The Independent Corrupt Practices and other related Offences Commission (ICPC), on Thursday, arraigned a former Registrar of the Joint Admission and Matriculation Board (JAMB), Dibu Ojerinde, on charges of official corruption and abuse of office.
Mr Ojerinde, a professor, was arraigned at the Federal High Court in Abuja, alongside four of his children – Mary Ojerinde, Olumide Ojerinde, Adebayo Ojerinde and Oluwaseun Ojerinde – among other defendants.
The rest of the defendants are six companies linked to him, namely: Doyin Ogbohi Petroleum Limited, Cheng Marbles Limited, Sapati International Schools Limited, Trillium Learning Centre Limited, Standout Institutes Limited and Esli Perfect Security Printers Limited.
The case, marked FHC//ABJ/CR/119/2023, is the latest of the legal proceedings ICPC has, so far, filed against Mr Ojerinde over corruption allegations.
Multiple criminal cases
ICPC said in a statement capturing highlights of Thursday’s proceedings that its case against the former JAMB registrar involved “multiple layers of fraudulent identities and conspiracies designed by the defendants to conceal crimes.”
The statement was signed by ICPC’s spokesperson, Azuka Ogugua.
ICPC had arraigned him before another judge of the court, Obiora Egwuatu, in July 2021 on 18 counts involving the diversion of funds during his time as the registrar of NECO till his time as JAMB’s chief executive.
PREMIUM TIMES reported how ICPC opened its case in February after the breakdown of plea-bargain talks Mr Ojerinde had with the anti-graft agency.
The former JAMB Registrar is also standing trial at the Niger State High Court on alleged corruption and other ancillary offences.
ICPC had also secured a forfeiture order on some landed assets linked to Mr Ojerinde.
In the fresh 17 charges, ICPC, through its counsel, Ebenezer Shogunle, alleged that the former JAMB boss conspired with three of his children (Oluwaseun Ojerinde, Olumide Ojerinde, and Adebayo Ojerinde) to sell off property worth $150,000 after it had been forfeited to the federal government by a court order.
The property is located at House No. 4 Ahomko Drive, Achimota Phase 2, Accra, Ghana.
The prosecution also accused Mr Ojerinde of incorporating companies and taking up simultaneous appointments as Chairman and Director, while being a public officer on full-time appointment as Registrar/Chief Executive of National Examinations Council (NECO), Minna and the Joint Admission and Matriculation Board (JAMB), Bwari, Abuja.
ICPC said this was despite that Mr Ojerinde knew “very well that the Code of Conduct for Public Officers forbids public officers from engaging in private business other than farming or participating in shareholding of joint stock companies”.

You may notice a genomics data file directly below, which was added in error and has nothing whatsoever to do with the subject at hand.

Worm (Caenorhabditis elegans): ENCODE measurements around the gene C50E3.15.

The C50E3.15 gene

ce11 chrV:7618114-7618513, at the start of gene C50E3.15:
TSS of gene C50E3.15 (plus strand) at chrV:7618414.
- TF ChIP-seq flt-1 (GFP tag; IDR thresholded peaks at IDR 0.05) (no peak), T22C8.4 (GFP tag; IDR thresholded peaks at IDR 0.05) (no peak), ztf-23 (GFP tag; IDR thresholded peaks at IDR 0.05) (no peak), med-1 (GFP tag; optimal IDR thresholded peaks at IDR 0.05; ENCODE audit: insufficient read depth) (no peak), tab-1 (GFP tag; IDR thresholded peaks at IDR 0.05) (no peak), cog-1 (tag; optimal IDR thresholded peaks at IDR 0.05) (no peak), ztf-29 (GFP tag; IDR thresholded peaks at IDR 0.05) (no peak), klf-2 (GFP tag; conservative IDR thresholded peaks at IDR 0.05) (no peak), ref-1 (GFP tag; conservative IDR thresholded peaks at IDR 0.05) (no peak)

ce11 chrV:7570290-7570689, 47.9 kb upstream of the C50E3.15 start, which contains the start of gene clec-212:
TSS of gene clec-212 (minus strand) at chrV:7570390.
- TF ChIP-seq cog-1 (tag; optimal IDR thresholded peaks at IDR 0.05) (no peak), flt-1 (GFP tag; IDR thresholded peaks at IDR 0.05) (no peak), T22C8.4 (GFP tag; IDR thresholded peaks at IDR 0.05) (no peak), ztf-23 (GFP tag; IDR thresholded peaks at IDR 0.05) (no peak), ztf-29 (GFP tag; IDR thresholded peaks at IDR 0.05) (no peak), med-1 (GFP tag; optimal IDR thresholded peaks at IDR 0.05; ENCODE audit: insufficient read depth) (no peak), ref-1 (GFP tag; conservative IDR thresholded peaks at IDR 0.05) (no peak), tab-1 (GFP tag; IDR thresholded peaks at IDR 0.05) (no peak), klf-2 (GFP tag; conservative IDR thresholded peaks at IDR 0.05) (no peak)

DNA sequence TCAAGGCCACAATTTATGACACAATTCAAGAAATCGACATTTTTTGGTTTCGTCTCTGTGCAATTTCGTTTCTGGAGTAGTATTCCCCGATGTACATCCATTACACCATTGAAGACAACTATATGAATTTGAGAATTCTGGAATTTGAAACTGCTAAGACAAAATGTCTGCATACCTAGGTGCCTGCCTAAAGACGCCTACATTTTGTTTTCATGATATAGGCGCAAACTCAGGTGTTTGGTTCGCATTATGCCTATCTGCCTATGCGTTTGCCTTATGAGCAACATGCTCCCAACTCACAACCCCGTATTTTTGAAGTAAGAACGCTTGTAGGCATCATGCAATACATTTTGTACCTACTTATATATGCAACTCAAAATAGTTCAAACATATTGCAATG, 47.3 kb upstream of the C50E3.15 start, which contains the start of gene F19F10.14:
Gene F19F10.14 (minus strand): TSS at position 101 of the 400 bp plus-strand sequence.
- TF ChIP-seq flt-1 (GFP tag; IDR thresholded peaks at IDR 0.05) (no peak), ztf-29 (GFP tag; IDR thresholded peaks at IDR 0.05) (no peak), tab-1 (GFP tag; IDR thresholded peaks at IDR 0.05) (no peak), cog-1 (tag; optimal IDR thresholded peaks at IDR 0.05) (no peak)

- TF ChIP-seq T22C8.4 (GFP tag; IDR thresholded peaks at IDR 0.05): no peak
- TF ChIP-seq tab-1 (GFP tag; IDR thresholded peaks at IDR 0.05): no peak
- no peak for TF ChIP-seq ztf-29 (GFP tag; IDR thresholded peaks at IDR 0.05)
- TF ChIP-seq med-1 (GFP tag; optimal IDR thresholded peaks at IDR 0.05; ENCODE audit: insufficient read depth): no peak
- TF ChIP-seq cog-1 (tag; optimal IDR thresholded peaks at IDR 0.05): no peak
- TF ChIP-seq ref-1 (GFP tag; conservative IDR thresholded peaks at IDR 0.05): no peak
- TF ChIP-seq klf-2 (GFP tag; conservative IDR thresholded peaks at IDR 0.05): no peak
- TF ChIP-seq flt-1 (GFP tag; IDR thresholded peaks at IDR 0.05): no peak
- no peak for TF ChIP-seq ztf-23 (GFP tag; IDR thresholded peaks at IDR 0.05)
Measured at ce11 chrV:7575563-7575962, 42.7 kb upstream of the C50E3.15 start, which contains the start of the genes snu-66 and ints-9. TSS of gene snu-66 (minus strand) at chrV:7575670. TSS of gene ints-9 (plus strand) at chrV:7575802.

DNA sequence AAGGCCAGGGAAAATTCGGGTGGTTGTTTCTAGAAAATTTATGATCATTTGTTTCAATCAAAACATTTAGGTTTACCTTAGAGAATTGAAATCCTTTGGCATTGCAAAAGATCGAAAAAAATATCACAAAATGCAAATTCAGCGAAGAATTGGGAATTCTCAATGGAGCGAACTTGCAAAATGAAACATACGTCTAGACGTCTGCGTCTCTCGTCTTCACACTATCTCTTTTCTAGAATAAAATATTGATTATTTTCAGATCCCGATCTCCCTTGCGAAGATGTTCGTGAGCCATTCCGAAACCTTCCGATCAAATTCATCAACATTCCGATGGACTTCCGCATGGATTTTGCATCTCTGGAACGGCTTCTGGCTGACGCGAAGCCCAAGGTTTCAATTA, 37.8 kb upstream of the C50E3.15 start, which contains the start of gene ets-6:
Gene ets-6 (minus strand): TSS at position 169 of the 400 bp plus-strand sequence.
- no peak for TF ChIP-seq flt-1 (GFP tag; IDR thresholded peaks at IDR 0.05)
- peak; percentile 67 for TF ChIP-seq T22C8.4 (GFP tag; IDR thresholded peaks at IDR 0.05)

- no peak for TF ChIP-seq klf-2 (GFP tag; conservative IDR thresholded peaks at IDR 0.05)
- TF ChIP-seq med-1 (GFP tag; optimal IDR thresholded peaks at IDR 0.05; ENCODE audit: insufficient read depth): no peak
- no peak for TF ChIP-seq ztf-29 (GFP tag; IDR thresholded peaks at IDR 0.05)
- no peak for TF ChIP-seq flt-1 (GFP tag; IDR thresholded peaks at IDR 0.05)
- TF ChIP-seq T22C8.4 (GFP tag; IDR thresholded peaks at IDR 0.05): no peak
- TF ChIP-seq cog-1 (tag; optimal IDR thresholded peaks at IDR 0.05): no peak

The commission also alleged that Mr Ojerinde, “in order to avoid various anti-corruption and anti-money laundering policies of government, notably Know Your Customer (KYC) and Bank Verification Number (BVN) policies, took measures to conceal his ownership and active participation in the management of some of these companies by using forged documents, stolen identities and synthetic names.”
According to ICPC, some of the alleged offences are contrary to and punishable under sections 17, 19, 22 and 24 of the Corrupt Practices and Other Related Offences Act, 2000.
Some of the offences were also said to be contrary to, and punishable under Section 1 of the Advanced Fee Fraud Act, 2006.
The commission also said the rest of the alleged offences were contrary to and punishable under Section 1 of the Miscellaneous Offences Act, CAP M17 of the Revised Laws of the Federation, 2007.
The accused persons pleaded not guilty to all the charges when they were read to them.
The judge, Inyang Ekwo, granted bail to Mr Ojerinde on terms earlier granted to him by the Federal High Court, Abuja.
His four children were each admitted bail in the sum of N20,000,000 and a surety in like sums.
Each of their sureties must have landed properties not below the value of the bail sum and within the jurisdiction of the court.
The trial judge also ordered the other defendants to surrender their passports to the court and must not travel outside the country without recourse to the court. He ordered that the Nigeria Immigration Service be notified of the development.
The judge fixed 13, 14, 15, and 16 November for hearing.
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